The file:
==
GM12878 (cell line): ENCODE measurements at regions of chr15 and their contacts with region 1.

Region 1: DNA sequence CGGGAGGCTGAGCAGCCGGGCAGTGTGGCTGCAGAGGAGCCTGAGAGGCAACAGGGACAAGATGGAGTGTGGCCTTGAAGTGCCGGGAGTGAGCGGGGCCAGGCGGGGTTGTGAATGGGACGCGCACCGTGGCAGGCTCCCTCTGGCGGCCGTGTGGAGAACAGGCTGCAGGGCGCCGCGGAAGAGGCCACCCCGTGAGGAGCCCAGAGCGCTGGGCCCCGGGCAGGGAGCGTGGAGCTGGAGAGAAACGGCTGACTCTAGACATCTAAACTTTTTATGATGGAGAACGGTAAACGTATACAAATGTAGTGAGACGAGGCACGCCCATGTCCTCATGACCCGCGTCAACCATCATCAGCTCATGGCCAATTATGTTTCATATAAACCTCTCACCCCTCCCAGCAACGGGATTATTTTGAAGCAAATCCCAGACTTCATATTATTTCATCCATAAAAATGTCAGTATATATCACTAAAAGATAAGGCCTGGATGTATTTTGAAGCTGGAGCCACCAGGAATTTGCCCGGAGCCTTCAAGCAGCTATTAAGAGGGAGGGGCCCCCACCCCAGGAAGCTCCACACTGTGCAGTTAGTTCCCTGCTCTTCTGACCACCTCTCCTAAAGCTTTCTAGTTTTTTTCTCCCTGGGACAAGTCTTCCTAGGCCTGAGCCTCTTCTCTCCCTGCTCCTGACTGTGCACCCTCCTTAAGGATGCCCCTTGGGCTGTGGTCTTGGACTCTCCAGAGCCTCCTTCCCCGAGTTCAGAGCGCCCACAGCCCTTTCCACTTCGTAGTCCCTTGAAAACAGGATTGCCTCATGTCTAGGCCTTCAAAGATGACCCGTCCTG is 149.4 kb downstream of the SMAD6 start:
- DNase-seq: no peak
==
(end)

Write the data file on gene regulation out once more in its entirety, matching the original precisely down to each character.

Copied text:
GM12878 (cell line): ENCODE measurements at regions of chr15 and their contacts with region 1.

Region 1: DNA sequence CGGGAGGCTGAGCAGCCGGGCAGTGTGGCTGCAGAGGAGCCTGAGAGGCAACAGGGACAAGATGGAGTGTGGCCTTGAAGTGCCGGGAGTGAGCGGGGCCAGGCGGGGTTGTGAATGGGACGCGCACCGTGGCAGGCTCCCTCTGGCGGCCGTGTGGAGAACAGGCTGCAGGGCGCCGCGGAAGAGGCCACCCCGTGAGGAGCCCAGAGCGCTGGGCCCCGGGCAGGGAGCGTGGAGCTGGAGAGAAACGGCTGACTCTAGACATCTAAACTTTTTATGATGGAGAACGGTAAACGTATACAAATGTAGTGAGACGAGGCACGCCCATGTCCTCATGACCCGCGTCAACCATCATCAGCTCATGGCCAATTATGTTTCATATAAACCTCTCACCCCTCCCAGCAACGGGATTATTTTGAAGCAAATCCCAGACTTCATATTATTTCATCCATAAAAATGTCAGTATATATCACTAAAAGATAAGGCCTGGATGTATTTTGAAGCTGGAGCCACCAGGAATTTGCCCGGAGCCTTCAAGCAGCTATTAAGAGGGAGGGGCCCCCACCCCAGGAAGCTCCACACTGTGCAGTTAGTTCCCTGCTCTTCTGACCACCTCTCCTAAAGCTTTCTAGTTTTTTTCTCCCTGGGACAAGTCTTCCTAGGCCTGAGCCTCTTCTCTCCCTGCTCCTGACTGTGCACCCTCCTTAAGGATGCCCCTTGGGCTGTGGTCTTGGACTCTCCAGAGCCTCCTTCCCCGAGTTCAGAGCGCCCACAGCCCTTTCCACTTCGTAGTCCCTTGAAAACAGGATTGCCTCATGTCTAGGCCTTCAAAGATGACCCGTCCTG is 149.4 kb downstream of the SMAD6 start:
- DNase-seq: no peak